Simon Calder says travelling to Florida was easier the Europe
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The threat of travel restrictions in particular has weighed heavily on peoples’ minds. According to polling by YouGov for wealth manager Quilter, three-fifths of people in Britain are planning to delay a large purchase or expenditure in 2022 due to the spread of Omicron. Of these, 60 percent said they were delaying a foreign holiday with those in Scotland, Wales and Northern Ireland most likely to delay. Holidays in the UK have taken less of a hit with only 30 percent saying they were delaying staycation plans.
Shaun Moore, a tax and financial planning expert at Quilter, said: “January is normally the time when people’s minds wonder to sunnier climes, and the January sales tempt people into booking their summer holiday.
“But these are not normal times as the pandemic, rising energy bills and a national insurance hike will all hit people’s pockets prompting 60 percent of those surveyed to say they are delaying spending on large purchases and holidays.
“Foreign holidays are the biggest casualties as people choose to wait and see.”
Businesses in the travel sector are now at least seeing hope on the horizon for 2022 though with recent changes to travel requirements expected to provide a much-needed boost to the industry.
A spokesperson for ABTA- The Travel Association said: “Earlier in January, the Government relaxed the testing requirements for travel – making it much easier to take a foreign holiday.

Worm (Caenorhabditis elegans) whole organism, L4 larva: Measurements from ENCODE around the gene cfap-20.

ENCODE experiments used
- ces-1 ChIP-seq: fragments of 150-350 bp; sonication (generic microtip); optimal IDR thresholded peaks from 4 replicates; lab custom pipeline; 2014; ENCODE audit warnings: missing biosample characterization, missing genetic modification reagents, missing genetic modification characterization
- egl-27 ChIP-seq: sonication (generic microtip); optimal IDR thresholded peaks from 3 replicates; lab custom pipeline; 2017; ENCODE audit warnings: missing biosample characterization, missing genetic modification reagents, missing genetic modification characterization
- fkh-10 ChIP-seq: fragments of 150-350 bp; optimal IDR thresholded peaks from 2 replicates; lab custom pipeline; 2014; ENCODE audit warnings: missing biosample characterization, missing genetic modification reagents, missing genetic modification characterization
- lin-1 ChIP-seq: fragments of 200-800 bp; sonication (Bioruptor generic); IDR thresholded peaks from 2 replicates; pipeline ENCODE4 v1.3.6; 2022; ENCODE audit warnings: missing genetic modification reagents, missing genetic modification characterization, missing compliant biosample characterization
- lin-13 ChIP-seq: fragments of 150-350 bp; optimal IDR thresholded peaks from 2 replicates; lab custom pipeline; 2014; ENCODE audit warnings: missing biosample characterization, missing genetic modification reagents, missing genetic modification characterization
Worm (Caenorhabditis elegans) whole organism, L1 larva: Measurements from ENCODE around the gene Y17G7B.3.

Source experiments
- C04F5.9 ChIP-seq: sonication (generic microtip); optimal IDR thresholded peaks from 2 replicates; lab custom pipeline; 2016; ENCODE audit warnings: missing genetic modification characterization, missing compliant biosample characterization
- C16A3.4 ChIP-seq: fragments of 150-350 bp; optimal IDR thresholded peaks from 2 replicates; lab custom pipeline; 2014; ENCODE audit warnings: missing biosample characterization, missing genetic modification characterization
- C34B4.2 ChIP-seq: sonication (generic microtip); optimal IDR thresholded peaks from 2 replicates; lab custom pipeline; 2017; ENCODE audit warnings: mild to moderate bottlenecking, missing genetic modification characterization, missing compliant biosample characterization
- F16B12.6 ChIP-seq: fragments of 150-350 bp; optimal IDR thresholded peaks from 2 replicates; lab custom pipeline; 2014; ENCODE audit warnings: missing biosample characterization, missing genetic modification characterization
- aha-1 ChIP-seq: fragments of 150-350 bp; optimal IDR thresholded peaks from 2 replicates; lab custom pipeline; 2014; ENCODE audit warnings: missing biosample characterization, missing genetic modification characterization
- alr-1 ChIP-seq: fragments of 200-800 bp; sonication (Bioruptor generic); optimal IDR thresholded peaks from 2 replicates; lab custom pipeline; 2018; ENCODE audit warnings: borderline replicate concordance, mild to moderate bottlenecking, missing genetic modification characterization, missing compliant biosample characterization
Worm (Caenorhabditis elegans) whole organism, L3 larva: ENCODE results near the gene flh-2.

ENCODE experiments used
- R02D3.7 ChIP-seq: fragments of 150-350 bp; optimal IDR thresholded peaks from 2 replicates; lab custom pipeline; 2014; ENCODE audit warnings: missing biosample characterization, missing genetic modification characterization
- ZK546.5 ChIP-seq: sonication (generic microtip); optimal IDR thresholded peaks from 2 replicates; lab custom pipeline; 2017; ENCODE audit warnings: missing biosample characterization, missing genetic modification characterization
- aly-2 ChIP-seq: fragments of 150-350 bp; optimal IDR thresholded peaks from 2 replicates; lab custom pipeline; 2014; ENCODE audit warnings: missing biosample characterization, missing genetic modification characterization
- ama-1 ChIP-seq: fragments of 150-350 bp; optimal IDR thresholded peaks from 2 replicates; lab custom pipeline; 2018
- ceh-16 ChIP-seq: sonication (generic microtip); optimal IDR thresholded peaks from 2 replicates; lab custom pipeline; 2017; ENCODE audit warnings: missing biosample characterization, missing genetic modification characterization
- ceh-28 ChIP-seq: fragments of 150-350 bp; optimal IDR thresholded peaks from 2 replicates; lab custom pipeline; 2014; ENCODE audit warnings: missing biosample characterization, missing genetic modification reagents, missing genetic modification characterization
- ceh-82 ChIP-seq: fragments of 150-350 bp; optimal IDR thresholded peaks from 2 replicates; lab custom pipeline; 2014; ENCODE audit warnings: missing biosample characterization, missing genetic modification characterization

“Our Member travel companies are reporting that these changes have led to an increase in bookings with people planning and booking travel for over the winter period, as well as looking ahead to their summer holidays.”
On January 5, the Government announced a scaling back of testing requirements for travellers with fully-vaccinated travellers no longer needing to take pre-departure tests.
Day 2 PCR tests have also now been replaced with lateral flow tests.
Market confidence has increasingly been buoyed by indications Omicron may prove a milder variant.
Artemis fund manager Derek Stuart commented: “As pandemic restrictions reduce during the year consumers will return to their favoured habits of socialising and travel and we expect these areas of the economy to pick up strongly.”
A bigger headwind to consumer spending may well prove to be inflation though with 2022 set to see a major squeeze on household finances.
Job market data released by the Office for National Statistics today showed wages decreasing in real terms in November once adjusted for inflation.
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A major strain will come in April when increases to National Insurance come in along with an increase to Ofgem’s energy price cap.
The impact of personal finances on major spends was reflected in Quilter and YouGov’s figures with 16 percent saying they were delaying the purchase of their next car.
Further impact on businesses was seen today in insolvency statistics which revealed the 2021 ending with a 20.1 percent increase in corporate insolvencies year on year.
Christina Fitzgerald, Vice President of insolvency trade body R3, commented: “Times are still tough for people in England and Wales.
“Many are worried about the future of the economy and their own personal finances, and are cautious about how they spend their money and what they spend it on.”
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